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Best way to provide iscsi storage to Hyper-V guests

I'm helping a company host application services for its clients.  Each client will have access to a set of Hyper-V guest servers in their own vlan.  Also, each client environment will need to access their own SQL databases and general file data, which could range from hundreds of gigs to several terabytes in size.  

For this SQL and file storage we have a Supermicro white box server with about 20TB of storage.  The plan we're considering is to install Server 2008R2 with MS iscsi target software 3.3 and create a virtual disk for each client to use as storage.

My questions are

- should the iscsi targets be mounted in the hyper-v host, and passed through to the guest vm, or is it better to run iscsi initiator from within the guest?

- is it ok to have vhd's up to several terabytes in size?

- given that each client will have it's own vlan and IP subnet, would we need a separate physical nic for each vlan on the storage server?

Security will be a primary concern - clients should have no ability to see each other's networks, hosts or data

This is pretty new territory for me so if I'm completely off base, or if there's a better way of doing things, by all means please let me know!

Thanks in advance
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smocohiba
Asked:
smocohiba
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2 Solutions
 
gtworekCommented:
- should the iscsi targets be mounted in the hyper-v host, and passed through to the guest vm, or is it better to run iscsi initiator from within the guest?

Giving client initiator access (maybe with dedicated adapter) gives you more flexibility. I.e. you can create VM Clusters (FCS) or easily migrate your storage from one server to another one.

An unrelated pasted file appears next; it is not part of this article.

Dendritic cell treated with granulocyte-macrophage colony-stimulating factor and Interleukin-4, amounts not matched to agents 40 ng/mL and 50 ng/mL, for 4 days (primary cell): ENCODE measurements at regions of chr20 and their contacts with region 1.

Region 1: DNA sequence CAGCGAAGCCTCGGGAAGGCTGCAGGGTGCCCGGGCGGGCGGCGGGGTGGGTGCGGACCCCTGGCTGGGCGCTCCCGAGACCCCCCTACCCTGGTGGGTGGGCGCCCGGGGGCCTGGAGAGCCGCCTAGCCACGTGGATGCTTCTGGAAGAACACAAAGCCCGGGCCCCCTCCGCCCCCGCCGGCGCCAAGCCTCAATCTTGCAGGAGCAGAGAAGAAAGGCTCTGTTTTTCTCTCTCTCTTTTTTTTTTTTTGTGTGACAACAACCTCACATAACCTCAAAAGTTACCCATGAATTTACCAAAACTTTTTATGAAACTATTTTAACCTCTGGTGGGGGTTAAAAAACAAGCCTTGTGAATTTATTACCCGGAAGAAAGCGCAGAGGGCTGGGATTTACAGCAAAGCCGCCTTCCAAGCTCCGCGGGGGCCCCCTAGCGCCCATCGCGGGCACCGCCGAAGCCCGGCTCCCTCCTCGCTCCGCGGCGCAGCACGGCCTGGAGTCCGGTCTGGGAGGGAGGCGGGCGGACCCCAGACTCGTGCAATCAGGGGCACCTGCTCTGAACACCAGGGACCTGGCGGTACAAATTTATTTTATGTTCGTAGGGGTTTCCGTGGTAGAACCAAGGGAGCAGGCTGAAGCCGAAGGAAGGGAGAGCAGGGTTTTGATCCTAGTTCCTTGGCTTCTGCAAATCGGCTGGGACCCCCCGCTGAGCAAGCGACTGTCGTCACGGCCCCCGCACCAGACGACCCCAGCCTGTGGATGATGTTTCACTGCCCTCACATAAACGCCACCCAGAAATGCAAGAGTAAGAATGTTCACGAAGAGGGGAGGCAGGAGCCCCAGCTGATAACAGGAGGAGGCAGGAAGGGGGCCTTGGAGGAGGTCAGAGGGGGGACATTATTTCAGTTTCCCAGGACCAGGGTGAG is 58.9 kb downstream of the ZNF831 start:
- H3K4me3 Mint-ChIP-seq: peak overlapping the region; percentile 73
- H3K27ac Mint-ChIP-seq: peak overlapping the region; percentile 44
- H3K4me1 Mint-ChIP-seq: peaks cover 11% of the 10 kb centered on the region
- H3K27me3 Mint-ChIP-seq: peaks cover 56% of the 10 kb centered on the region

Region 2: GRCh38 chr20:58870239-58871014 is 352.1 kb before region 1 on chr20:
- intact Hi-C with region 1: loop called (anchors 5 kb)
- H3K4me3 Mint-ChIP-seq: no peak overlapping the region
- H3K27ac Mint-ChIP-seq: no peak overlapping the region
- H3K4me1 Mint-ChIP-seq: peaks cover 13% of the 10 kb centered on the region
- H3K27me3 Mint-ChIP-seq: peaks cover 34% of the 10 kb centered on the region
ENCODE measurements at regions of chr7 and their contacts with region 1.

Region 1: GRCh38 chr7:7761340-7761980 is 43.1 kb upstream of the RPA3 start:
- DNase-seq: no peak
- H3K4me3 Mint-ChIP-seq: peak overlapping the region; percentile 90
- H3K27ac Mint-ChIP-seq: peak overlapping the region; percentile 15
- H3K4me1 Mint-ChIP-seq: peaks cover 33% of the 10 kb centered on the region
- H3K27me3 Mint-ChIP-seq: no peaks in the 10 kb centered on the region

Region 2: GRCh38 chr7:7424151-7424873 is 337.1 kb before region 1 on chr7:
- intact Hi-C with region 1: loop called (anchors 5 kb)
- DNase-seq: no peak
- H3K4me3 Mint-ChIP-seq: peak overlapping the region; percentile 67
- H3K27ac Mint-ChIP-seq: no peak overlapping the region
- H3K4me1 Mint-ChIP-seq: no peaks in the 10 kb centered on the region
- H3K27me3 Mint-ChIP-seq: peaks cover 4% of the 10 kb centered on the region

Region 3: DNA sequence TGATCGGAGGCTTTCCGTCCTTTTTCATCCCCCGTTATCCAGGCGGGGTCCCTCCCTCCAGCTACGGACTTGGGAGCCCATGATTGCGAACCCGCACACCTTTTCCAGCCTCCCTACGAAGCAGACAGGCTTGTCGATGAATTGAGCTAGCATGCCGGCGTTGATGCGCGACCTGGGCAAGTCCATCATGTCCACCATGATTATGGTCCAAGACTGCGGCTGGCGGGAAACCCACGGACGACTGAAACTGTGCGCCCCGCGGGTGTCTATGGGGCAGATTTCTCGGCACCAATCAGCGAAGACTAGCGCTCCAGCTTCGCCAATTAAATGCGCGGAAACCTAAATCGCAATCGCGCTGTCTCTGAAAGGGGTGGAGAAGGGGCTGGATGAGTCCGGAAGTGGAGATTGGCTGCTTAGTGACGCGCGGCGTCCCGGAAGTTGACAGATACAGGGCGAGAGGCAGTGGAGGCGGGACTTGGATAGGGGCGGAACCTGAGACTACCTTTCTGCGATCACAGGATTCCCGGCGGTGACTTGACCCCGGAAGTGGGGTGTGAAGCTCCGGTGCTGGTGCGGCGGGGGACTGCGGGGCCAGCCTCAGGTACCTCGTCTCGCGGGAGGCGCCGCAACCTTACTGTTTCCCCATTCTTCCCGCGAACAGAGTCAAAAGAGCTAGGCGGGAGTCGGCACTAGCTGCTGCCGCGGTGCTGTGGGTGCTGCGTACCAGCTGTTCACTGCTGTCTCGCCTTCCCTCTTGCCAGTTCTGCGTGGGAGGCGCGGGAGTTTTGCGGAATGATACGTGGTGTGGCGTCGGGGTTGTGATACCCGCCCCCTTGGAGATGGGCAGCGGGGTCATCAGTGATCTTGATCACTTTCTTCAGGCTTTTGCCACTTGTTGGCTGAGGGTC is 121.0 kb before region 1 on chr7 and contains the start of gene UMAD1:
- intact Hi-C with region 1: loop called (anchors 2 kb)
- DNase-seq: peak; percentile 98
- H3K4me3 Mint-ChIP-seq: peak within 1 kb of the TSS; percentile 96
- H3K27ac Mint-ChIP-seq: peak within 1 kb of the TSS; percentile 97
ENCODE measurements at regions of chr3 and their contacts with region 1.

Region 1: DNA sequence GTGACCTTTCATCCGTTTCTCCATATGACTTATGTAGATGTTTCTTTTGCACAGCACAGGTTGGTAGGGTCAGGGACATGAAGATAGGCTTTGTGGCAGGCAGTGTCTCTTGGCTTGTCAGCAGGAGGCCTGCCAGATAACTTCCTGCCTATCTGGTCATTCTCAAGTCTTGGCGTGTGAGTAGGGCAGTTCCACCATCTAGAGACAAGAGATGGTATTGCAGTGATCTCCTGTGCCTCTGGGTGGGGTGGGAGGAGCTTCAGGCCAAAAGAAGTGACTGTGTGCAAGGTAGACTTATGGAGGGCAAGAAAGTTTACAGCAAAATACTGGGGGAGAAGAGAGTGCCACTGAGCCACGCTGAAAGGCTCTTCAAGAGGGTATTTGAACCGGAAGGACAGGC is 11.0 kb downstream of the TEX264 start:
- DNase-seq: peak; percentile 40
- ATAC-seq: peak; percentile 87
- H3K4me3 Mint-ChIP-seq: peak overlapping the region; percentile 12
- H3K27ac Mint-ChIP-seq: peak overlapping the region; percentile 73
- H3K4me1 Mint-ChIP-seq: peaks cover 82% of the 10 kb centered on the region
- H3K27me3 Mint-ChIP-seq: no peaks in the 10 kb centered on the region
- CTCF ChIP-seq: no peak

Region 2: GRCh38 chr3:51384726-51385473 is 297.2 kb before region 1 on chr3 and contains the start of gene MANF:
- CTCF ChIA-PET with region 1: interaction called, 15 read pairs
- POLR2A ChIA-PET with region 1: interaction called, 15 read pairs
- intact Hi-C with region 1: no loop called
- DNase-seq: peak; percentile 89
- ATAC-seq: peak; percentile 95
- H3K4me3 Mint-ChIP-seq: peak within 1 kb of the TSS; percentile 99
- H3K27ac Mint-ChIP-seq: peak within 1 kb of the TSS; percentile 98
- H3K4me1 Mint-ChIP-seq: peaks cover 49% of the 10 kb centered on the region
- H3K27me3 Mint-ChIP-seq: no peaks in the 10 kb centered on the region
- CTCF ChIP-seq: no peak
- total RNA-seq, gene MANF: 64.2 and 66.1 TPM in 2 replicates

- is it ok to have vhd's up to several terabytes in size?

Remember that dynamic and differential VHD are limited to 2TB.

- given that each client will have it's own vlan and IP subnet, would we need a separate physical nic for each vlan on the storage server?

It actually depends on your hadrware and drivers. If it works on one adapter it is ok.

Security will be a primary concern - clients should have no ability to see each other's networks, hosts or data
If it is your main concern you should remember that iSCSI itself is transmitted totally unencrypted and easy to intercept. You should encapsulate it into IPSec and/or encrypt your client disks with Bitlocker - it also makes your transmission encrypted at the higher level.
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kevinhsiehCommented:
I would store VMs/VHDs less than 2 TB in size on a CSV per customer.  That at least logically separates customer data on a volume level. A customer also wouldn't be able to access data on another VHD unless you accidentally mapped the wrong VHD to a VM, which should be a little bit harder when you are reaching across CSV volumes.